...in the bottom drawer
I knew I'd lose it so I put it in a safe place, and now I can't remember where it is.

currently stashed in: Cheshire Street, London
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June 06, 2005 || 1:47 am

Church slogans of the day:

It's been another busy week, so apologies for lack of posts! We had solid rain for the first half of the week, meaning the usual tour guide service that I would have done to all the RS projects was somewhat curtailed and Alabama's poverty, that can look somewhat picturesque in the sun, looked fully as miserable as it really is. Then the sun came out and off we went to New Orleans for a night, whereby I finally got to see the city without hordes of people, minus the beer goggles and beads of Mardi Gras, and thus appreciate just how amazing the architecture of the city is. It is quite extraordinary to find that quantity of old and beautiful buildings - not just a few blocks, but street after street of wrought iron balconies, white columns, and elegant porticoes. One could walk for literally hours from the French Quarter to uptown without seeing anything to break this continuum.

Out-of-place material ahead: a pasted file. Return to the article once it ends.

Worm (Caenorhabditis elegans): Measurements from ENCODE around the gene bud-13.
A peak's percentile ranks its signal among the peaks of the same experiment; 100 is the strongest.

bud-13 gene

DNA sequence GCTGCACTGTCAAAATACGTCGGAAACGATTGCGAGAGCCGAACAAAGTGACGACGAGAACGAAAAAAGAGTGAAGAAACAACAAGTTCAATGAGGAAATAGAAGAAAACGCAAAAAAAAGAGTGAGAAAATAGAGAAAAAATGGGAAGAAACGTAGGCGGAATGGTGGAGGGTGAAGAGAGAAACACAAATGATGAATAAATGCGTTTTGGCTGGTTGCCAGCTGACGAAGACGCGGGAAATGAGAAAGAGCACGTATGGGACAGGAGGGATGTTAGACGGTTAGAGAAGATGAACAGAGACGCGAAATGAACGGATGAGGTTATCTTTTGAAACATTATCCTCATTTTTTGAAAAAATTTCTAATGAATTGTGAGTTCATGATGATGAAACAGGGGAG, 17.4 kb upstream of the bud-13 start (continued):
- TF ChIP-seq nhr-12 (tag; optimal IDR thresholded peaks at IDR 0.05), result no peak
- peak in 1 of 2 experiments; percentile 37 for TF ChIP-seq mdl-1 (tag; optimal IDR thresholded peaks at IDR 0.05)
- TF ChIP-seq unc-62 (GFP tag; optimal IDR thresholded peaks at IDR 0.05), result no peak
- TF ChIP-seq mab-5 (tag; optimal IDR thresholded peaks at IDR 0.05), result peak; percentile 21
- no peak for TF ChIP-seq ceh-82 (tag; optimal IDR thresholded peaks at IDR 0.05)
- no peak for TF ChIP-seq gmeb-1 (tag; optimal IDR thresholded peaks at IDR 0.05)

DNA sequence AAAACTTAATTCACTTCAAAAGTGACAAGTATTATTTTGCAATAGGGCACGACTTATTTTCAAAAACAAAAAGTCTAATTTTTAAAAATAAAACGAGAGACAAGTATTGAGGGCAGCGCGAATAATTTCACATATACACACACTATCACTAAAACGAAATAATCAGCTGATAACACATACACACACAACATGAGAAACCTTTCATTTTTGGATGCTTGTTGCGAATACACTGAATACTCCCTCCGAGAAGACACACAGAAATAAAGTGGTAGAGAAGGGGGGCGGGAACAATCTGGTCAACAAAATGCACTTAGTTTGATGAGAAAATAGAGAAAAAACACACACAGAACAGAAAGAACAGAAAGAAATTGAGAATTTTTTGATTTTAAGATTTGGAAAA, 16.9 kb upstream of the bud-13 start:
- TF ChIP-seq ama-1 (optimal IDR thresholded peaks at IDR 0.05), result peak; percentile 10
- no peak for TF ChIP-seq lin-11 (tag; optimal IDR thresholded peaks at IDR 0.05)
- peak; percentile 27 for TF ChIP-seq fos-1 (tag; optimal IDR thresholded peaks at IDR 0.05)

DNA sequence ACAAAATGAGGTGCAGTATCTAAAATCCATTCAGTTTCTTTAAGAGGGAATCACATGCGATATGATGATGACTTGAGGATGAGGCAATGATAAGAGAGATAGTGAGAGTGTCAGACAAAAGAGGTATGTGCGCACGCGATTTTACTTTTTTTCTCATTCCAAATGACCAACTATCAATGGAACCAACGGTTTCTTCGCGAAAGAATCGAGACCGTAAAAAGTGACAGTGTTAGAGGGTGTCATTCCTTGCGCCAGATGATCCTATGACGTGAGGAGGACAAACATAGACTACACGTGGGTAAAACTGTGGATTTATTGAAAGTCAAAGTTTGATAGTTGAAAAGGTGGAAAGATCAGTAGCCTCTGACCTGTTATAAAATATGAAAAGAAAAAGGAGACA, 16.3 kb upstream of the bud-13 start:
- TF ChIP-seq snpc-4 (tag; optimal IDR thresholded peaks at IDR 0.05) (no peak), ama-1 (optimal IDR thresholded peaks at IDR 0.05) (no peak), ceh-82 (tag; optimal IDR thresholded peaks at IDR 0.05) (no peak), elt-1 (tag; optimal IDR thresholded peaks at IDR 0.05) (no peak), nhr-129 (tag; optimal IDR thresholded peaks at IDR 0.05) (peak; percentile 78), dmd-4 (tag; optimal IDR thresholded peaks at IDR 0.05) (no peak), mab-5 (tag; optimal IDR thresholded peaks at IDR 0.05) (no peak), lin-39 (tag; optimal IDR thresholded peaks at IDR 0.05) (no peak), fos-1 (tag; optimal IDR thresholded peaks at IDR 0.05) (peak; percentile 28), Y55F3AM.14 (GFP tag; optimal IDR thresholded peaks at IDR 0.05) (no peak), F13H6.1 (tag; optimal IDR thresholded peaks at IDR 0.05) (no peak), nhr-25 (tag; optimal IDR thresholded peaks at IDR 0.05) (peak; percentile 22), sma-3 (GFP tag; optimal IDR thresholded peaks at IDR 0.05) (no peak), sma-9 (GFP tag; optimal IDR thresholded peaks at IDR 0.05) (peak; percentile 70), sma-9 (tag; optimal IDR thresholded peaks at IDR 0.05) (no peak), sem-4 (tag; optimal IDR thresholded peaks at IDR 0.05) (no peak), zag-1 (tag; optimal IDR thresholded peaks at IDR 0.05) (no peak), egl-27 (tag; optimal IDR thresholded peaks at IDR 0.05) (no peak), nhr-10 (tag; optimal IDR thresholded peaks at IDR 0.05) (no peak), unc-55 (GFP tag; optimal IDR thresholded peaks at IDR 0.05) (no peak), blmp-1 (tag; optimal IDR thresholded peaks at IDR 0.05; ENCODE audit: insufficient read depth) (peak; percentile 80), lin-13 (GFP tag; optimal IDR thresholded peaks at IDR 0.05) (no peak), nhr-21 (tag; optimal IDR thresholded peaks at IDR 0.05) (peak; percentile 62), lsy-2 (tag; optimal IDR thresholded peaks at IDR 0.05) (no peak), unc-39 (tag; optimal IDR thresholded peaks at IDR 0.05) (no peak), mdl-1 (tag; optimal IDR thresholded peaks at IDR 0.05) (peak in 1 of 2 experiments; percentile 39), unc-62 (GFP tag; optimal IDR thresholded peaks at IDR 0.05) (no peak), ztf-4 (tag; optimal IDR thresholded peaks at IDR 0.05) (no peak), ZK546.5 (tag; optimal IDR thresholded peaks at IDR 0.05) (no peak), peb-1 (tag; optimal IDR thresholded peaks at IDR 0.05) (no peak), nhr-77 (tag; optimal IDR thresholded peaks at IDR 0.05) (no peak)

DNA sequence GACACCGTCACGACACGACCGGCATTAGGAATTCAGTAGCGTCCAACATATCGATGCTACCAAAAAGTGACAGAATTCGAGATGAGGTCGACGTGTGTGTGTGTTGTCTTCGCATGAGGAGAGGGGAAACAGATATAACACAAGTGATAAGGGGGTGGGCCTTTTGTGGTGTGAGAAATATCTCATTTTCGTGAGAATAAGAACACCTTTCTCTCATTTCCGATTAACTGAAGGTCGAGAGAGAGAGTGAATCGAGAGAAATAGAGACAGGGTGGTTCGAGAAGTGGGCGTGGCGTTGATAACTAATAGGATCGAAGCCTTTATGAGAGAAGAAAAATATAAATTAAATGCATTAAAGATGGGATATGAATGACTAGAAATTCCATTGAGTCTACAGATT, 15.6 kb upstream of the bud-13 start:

Then another (wait for it) bluegrass festival! Up to Foggy Hollow for yet more late-night picking - a totally different atmosphere from last weekend but good fun, traditional bluegrass and a late-night Waffle House visit in between the pickin' which always adds to the occasion. Now it's back to my empty warehouse where I've got to get down to work again, having taken pretty much all the week off...

The other half of my brain (the bit that's still English) is meanwhile obsessed with the latest ins and outs of the Ashley Cole saga - the debate being is he an ungrateful little sod or has he been betrayed by our club? Answers on an email please, as my only contact with what may or may not be the mood among the fan base is currently Arseblog.